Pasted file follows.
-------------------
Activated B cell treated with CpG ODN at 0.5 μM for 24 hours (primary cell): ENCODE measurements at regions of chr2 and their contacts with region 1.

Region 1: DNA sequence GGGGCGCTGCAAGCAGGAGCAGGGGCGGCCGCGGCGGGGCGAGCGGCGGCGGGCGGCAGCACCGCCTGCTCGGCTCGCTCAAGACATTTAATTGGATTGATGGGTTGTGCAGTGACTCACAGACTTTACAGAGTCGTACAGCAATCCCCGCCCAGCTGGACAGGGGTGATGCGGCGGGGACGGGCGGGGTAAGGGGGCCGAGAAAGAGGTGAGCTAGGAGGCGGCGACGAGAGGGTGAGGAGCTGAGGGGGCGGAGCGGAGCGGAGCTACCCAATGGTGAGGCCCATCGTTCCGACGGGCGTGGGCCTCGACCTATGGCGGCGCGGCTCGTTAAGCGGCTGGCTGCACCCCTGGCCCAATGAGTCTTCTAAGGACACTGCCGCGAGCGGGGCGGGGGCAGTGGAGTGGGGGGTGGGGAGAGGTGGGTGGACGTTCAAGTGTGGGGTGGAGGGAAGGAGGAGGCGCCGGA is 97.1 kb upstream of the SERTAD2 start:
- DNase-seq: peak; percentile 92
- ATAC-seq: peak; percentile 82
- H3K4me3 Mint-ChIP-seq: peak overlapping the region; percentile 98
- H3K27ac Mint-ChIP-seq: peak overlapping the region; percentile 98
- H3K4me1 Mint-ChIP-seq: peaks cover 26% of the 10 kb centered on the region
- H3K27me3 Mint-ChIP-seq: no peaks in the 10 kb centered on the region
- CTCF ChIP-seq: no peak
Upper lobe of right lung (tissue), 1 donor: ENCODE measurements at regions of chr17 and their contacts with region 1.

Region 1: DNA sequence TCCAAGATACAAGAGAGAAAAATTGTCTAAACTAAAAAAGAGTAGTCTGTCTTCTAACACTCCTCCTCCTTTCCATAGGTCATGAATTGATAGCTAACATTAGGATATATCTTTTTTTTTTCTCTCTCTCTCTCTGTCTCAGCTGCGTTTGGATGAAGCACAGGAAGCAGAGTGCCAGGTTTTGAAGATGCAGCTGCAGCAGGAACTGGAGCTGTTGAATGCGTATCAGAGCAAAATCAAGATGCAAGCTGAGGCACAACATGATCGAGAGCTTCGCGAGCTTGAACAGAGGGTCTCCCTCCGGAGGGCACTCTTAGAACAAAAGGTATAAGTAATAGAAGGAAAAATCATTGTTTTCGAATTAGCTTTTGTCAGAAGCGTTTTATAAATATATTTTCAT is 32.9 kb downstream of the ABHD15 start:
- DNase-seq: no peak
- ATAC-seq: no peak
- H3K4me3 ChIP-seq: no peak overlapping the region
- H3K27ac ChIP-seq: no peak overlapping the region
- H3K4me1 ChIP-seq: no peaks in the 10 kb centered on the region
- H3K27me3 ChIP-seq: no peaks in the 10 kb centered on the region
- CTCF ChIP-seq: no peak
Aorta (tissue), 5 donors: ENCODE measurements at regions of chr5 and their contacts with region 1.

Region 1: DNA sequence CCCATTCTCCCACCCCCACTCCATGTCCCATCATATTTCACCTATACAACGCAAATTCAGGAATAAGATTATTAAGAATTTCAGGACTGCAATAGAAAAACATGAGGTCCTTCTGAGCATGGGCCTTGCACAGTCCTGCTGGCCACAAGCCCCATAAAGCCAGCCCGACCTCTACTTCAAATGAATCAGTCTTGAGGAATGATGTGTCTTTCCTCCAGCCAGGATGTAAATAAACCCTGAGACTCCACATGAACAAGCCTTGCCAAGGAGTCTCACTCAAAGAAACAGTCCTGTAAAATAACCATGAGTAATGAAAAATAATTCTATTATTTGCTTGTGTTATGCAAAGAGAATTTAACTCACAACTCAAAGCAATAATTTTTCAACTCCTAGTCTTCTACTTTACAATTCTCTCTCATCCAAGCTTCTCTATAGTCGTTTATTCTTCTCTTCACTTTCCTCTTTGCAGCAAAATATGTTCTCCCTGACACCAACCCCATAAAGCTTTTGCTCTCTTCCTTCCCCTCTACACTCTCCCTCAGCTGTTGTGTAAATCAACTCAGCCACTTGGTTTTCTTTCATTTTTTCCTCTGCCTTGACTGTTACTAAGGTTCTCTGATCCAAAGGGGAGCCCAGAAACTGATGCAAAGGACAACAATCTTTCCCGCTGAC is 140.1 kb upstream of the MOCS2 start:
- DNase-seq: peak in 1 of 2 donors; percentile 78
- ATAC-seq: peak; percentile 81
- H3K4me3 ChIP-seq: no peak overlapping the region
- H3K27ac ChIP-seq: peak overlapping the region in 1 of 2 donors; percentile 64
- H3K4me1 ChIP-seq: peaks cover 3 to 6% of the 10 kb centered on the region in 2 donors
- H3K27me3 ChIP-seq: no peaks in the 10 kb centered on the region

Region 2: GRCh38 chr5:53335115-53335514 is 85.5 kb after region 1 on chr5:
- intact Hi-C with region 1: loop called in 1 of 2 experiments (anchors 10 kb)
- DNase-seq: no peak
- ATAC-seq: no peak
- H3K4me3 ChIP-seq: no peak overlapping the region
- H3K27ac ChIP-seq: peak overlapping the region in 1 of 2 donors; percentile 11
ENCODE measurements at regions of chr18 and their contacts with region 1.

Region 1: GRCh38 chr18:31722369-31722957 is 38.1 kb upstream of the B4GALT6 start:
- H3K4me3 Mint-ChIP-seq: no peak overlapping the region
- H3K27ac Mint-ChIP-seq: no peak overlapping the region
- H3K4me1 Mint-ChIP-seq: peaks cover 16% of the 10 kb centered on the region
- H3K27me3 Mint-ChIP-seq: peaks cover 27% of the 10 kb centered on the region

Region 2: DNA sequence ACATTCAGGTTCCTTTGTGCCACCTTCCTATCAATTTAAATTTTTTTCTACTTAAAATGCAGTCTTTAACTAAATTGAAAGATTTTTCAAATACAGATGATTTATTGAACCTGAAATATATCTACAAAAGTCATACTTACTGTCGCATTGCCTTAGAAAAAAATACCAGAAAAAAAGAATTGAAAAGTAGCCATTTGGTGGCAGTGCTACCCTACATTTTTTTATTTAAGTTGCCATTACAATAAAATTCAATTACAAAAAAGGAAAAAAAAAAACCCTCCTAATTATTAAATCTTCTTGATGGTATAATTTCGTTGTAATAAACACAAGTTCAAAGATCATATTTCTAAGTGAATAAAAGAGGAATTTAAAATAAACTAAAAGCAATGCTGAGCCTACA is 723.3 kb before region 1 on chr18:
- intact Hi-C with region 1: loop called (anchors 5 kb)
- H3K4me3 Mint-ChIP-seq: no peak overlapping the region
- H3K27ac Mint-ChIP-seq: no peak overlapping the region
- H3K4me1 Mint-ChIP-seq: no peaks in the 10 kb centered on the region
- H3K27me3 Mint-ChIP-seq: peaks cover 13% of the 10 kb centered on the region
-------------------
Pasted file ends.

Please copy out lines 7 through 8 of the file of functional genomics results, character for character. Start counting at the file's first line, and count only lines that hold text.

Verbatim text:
- H3K4me1 Mint-ChIP-seq: peaks cover 26% of the 10 kb centered on the region
- H3K27me3 Mint-ChIP-seq: no peaks in the 10 kb centered on the region